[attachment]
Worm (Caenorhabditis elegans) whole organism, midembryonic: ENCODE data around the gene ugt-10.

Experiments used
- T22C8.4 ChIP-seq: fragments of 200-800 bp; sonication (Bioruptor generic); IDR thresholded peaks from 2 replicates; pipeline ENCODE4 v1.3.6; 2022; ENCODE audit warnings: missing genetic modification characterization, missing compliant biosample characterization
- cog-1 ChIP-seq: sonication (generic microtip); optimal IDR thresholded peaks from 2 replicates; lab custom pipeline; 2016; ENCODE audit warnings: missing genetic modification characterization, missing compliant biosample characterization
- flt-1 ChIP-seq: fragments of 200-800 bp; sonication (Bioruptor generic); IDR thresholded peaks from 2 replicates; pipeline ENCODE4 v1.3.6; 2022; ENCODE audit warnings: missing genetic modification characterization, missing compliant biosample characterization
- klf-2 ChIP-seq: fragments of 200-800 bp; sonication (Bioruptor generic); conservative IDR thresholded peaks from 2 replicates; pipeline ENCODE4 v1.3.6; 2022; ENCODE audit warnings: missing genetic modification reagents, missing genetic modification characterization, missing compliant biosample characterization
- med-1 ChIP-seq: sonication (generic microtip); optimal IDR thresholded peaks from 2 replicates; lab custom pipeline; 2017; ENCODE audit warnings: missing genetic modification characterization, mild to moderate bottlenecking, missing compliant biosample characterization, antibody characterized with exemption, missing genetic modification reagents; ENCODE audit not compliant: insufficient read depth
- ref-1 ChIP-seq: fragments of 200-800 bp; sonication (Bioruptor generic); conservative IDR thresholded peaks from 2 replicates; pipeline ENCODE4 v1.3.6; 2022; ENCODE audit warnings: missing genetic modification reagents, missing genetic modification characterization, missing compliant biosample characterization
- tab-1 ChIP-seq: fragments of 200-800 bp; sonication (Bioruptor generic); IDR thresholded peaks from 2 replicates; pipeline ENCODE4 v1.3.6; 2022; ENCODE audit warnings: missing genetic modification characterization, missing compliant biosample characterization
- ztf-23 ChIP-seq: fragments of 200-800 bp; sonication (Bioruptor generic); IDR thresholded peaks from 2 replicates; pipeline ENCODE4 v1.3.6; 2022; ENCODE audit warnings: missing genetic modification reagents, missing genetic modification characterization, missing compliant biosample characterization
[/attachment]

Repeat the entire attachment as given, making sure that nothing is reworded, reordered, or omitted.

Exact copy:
Worm (Caenorhabditis elegans) whole organism, midembryonic: ENCODE data around the gene ugt-10.

Experiments used
- T22C8.4 ChIP-seq: fragments of 200-800 bp; sonication (Bioruptor generic); IDR thresholded peaks from 2 replicates; pipeline ENCODE4 v1.3.6; 2022; ENCODE audit warnings: missing genetic modification characterization, missing compliant biosample characterization
- cog-1 ChIP-seq: sonication (generic microtip); optimal IDR thresholded peaks from 2 replicates; lab custom pipeline; 2016; ENCODE audit warnings: missing genetic modification characterization, missing compliant biosample characterization
- flt-1 ChIP-seq: fragments of 200-800 bp; sonication (Bioruptor generic); IDR thresholded peaks from 2 replicates; pipeline ENCODE4 v1.3.6; 2022; ENCODE audit warnings: missing genetic modification characterization, missing compliant biosample characterization
- klf-2 ChIP-seq: fragments of 200-800 bp; sonication (Bioruptor generic); conservative IDR thresholded peaks from 2 replicates; pipeline ENCODE4 v1.3.6; 2022; ENCODE audit warnings: missing genetic modification reagents, missing genetic modification characterization, missing compliant biosample characterization
- med-1 ChIP-seq: sonication (generic microtip); optimal IDR thresholded peaks from 2 replicates; lab custom pipeline; 2017; ENCODE audit warnings: missing genetic modification characterization, mild to moderate bottlenecking, missing compliant biosample characterization, antibody characterized with exemption, missing genetic modification reagents; ENCODE audit not compliant: insufficient read depth
- ref-1 ChIP-seq: fragments of 200-800 bp; sonication (Bioruptor generic); conservative IDR thresholded peaks from 2 replicates; pipeline ENCODE4 v1.3.6; 2022; ENCODE audit warnings: missing genetic modification reagents, missing genetic modification characterization, missing compliant biosample characterization
- tab-1 ChIP-seq: fragments of 200-800 bp; sonication (Bioruptor generic); IDR thresholded peaks from 2 replicates; pipeline ENCODE4 v1.3.6; 2022; ENCODE audit warnings: missing genetic modification characterization, missing compliant biosample characterization
- ztf-23 ChIP-seq: fragments of 200-800 bp; sonication (Bioruptor generic); IDR thresholded peaks from 2 replicates; pipeline ENCODE4 v1.3.6; 2022; ENCODE audit warnings: missing genetic modification reagents, missing genetic modification characterization, missing compliant biosample characterization